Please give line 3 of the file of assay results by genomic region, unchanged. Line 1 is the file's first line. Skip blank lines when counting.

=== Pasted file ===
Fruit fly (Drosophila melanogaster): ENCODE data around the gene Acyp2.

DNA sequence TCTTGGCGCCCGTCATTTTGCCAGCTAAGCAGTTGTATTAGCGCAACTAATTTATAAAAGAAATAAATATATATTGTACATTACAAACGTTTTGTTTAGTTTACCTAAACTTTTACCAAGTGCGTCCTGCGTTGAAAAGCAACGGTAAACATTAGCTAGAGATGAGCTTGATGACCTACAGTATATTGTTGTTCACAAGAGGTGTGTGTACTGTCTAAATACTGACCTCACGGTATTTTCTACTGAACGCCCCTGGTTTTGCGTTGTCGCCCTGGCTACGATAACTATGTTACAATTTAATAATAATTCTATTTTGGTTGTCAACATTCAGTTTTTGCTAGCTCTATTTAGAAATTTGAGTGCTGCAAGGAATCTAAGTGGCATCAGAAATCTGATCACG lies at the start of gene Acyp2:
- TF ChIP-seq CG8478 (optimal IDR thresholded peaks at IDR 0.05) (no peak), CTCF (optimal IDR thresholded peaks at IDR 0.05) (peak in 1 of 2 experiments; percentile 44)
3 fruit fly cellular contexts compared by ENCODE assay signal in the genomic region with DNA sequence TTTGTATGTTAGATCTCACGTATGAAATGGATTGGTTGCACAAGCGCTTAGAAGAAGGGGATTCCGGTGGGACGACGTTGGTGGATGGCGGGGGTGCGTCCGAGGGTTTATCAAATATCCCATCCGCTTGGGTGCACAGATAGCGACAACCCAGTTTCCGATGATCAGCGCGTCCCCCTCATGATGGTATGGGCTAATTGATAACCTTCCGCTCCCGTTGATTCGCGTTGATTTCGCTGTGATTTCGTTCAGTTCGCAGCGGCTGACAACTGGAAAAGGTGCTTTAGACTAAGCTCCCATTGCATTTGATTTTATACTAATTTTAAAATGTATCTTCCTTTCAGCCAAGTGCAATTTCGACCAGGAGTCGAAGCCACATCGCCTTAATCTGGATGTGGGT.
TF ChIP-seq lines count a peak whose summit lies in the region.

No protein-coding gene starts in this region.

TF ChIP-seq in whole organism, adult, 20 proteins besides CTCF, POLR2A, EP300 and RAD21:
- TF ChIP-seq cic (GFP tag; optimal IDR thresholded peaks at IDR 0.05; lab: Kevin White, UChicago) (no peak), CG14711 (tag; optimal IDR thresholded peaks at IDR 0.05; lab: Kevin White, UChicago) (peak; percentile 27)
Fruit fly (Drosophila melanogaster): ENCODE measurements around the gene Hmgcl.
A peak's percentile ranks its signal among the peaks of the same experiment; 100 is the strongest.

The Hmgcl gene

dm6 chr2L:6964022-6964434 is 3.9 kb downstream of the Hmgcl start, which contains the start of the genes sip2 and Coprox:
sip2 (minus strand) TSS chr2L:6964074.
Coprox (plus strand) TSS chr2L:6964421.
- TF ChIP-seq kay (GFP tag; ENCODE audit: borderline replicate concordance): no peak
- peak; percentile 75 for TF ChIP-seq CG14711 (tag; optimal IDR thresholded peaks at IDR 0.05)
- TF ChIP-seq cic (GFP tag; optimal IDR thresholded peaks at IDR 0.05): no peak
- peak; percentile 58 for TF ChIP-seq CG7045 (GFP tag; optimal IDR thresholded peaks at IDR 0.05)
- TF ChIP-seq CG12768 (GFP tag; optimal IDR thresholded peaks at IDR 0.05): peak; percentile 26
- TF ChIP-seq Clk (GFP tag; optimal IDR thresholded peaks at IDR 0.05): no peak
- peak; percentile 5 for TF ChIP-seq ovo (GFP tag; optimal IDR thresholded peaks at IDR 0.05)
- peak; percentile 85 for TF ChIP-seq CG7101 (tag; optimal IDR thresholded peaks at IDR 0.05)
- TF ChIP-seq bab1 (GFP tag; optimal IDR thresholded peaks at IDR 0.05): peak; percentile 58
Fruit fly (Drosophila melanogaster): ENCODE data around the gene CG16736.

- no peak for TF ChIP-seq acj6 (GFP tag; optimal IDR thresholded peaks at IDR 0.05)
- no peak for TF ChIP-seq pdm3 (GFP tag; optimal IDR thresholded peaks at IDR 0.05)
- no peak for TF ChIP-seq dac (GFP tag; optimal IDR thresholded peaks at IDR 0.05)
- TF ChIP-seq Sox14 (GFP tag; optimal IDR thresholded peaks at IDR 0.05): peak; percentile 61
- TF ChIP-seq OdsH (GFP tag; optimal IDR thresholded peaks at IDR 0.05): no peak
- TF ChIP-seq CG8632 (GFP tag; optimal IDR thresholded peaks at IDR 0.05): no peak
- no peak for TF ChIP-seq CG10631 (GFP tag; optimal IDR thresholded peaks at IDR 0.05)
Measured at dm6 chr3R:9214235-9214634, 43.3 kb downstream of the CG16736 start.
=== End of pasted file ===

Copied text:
- TF ChIP-seq CG8478 (optimal IDR thresholded peaks at IDR 0.05) (no peak), CTCF (optimal IDR thresholded peaks at IDR 0.05) (peak in 1 of 2 experiments; percentile 44)